A Cultural Approach to Evaluation (Edwards and Turnbull, 2013)

• Anthropological in Nature – http://www.youtube.com/watch?feature=player_detailpage&v=A77HIQI3CYU

• Case examples:

1.A large Global organisation – researched over 18 months

2.A Master’s Degree Programme in Sustainable Development

3.A survey of Leadership Development in the Manufacturing Industry in the UK

4.A UK University leadership and change programme

5.A leadership development programme for a regional sport partnership

Recommendations from Edwards and Turnbull (2013)

1.Focus on all levels

2.Take an ethnographic perspective

3.Use biographical timelines

4.Use formal and informal data gathering

5.Use Socratic investigation

6.Reflect upon culture – stories, myths, history, symbols, language, controls, power etc.

7.Start the evaluation at the design stage

Critical Approaches to Leadership Learning

Leadership Learning

• Leadership learning and development has taken a more critically reflexive turn in recent years (see Edwards et al., 2013)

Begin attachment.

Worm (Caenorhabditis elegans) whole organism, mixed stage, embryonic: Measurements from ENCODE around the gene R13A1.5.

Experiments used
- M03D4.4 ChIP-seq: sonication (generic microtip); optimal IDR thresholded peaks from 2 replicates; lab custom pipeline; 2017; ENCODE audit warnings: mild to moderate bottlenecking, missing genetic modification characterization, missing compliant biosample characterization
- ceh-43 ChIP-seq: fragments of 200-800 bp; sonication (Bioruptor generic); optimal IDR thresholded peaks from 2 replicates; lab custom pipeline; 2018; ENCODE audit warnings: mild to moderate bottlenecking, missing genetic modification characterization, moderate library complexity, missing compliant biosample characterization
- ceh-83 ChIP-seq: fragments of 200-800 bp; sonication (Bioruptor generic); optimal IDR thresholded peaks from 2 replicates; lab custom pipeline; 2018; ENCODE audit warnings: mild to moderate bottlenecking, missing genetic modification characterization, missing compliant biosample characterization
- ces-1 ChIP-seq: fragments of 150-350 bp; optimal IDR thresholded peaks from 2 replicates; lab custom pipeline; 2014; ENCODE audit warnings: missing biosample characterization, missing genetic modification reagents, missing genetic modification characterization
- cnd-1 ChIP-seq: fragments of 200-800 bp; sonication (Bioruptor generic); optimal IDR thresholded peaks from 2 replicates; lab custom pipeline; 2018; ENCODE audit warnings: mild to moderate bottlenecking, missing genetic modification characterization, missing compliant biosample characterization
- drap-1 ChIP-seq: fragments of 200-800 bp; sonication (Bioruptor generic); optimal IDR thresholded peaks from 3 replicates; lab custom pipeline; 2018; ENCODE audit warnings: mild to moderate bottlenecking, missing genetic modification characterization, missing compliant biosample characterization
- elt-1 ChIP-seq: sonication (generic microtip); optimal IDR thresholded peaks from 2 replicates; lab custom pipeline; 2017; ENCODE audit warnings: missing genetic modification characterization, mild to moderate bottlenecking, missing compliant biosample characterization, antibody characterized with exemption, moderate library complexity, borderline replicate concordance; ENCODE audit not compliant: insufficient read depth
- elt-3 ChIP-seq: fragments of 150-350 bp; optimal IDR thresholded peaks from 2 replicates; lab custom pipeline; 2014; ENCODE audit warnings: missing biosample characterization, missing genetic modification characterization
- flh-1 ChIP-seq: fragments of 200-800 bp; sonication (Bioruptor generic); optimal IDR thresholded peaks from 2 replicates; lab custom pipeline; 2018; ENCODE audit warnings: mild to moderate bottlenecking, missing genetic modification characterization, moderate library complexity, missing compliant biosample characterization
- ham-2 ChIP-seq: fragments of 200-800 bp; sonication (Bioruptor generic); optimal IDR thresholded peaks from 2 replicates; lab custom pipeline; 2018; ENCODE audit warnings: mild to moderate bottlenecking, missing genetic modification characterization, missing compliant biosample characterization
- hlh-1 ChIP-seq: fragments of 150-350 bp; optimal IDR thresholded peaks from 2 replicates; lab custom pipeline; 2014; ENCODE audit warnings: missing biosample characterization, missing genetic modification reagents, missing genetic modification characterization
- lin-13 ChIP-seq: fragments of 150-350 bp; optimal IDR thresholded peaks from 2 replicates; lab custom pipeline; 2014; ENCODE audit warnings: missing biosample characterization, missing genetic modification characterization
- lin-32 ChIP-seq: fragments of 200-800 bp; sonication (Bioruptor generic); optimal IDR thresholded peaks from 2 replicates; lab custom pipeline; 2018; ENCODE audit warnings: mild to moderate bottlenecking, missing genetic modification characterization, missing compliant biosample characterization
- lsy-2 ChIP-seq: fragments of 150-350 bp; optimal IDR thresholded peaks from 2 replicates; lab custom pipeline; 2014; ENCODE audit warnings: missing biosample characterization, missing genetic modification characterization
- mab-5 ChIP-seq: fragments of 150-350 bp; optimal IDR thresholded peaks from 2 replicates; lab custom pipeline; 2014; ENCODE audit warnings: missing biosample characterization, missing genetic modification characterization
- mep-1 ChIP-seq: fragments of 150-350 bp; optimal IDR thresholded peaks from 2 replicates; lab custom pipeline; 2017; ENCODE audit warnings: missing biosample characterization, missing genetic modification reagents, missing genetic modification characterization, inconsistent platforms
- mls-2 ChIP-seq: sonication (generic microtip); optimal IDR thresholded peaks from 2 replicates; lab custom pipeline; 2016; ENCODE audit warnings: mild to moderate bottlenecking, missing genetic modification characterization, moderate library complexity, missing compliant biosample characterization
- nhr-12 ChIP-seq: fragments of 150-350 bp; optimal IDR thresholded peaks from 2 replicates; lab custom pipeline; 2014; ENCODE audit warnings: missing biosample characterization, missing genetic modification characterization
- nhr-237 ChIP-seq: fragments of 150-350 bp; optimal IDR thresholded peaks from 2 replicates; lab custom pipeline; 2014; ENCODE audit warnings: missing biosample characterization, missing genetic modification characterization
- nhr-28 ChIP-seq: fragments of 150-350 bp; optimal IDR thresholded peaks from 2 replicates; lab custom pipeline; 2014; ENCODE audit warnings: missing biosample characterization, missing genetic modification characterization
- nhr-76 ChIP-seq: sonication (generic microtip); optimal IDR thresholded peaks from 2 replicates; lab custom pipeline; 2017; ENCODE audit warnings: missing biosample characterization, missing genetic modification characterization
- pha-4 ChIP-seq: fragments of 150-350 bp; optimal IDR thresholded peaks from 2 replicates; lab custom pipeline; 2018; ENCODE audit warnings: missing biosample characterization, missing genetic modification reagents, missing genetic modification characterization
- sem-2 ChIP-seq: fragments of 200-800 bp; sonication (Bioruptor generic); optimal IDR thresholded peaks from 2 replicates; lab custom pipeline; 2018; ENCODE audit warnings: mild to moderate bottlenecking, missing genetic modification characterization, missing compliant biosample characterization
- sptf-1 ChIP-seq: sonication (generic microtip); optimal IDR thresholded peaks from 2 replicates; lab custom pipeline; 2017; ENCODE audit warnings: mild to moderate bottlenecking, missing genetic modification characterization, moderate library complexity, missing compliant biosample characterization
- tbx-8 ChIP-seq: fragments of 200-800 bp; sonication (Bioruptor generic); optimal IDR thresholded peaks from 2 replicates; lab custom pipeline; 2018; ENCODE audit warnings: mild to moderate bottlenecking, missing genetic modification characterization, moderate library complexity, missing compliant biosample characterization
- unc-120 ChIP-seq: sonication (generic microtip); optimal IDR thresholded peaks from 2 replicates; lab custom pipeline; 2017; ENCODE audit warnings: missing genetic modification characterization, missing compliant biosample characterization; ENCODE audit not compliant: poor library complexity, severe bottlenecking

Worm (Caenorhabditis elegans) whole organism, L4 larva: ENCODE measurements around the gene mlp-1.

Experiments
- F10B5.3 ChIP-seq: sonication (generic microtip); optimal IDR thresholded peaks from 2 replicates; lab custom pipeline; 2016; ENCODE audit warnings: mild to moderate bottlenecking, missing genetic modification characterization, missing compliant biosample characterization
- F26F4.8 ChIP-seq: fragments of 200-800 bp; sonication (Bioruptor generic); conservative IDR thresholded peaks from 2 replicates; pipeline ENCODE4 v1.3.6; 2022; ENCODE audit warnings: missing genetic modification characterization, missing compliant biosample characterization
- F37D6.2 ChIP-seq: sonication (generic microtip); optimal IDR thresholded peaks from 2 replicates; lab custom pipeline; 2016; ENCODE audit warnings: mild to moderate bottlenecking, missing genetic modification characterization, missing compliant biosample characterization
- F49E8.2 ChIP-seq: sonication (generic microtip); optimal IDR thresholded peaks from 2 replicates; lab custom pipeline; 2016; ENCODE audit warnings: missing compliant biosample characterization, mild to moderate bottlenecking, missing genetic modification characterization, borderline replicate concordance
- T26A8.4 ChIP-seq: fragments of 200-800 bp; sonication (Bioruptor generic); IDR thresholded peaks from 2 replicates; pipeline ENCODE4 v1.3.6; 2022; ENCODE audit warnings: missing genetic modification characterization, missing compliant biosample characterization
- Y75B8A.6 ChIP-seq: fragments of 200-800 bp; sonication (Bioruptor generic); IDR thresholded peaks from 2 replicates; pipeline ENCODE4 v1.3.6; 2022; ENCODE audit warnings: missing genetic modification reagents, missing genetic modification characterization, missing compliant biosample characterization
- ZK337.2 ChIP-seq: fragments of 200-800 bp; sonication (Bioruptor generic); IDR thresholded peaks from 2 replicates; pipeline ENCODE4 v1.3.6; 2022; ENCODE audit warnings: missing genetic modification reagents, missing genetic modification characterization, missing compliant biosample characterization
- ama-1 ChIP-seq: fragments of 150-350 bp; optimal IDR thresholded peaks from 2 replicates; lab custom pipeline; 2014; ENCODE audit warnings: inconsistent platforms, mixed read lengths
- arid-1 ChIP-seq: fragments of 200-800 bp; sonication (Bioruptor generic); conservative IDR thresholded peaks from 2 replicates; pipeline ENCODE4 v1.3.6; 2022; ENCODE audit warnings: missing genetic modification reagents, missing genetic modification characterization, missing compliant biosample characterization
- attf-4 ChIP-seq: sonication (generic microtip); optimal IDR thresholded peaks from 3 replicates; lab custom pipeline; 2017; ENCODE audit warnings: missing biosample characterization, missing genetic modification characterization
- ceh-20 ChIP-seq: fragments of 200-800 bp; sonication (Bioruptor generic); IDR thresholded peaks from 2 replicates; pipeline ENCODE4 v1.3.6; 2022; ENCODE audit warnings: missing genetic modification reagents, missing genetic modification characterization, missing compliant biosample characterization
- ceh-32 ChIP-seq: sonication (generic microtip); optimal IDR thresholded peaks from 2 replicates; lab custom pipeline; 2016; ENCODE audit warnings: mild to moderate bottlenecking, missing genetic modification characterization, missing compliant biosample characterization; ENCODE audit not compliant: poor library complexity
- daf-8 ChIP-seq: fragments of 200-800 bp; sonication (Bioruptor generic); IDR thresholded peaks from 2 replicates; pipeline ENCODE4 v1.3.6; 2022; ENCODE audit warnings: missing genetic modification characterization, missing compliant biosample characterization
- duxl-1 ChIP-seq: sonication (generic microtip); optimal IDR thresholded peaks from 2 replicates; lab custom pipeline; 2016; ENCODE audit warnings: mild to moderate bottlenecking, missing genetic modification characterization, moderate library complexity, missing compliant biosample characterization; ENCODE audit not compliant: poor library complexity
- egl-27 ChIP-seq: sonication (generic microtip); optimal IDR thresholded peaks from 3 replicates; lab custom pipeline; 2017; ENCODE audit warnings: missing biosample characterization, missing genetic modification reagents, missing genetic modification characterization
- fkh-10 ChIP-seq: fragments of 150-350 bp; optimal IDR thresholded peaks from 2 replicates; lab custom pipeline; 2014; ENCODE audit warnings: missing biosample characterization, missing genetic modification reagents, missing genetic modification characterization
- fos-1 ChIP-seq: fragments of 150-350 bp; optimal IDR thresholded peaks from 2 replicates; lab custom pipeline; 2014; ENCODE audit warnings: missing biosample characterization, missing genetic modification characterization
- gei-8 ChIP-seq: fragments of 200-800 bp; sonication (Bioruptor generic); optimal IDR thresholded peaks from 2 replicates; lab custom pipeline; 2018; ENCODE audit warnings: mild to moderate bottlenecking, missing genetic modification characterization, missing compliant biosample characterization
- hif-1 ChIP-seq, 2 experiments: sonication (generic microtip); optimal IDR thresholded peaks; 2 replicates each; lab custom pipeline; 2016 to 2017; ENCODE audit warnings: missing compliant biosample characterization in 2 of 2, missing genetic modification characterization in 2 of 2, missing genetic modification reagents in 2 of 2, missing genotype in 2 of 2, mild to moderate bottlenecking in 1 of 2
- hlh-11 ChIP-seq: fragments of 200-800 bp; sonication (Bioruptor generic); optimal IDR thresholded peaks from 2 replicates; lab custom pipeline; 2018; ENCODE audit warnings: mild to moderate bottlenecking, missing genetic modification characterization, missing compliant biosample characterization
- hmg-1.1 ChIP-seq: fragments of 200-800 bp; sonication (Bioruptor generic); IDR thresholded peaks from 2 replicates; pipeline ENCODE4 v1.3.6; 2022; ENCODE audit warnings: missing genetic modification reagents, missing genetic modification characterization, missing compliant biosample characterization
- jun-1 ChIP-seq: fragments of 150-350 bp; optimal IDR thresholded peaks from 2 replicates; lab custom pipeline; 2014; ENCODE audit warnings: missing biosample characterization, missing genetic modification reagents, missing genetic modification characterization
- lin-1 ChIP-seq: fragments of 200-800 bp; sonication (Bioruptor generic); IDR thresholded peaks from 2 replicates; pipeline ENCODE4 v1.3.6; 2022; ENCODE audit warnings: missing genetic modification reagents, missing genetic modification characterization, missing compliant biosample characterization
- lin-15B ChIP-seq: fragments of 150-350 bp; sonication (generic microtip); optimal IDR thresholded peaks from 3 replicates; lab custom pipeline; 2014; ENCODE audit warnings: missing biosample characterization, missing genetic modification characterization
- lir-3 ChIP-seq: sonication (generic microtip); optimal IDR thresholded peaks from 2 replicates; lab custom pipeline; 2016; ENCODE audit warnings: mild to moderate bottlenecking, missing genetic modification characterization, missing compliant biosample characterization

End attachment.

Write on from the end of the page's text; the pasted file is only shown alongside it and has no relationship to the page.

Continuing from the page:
• Liminality and Leadership Learning and the

Monsters of Doubt (Hawkins and Edwards, forthcoming)

Becoming a leader – Kempster and Stewart (2010)

• Research into and evaluation of leadership development programmes has been limited so far and lacking in rigour

• Kempster and Stewart’s contribution is part of a new trend to enhance our insight into leadership development in a more rigorous way

–An autoethnographic study of a manger becoming a leader (executive level)

–Leadership development through situated learning of leadership practice

–Situated means within a historical and social context and through interaction with notable others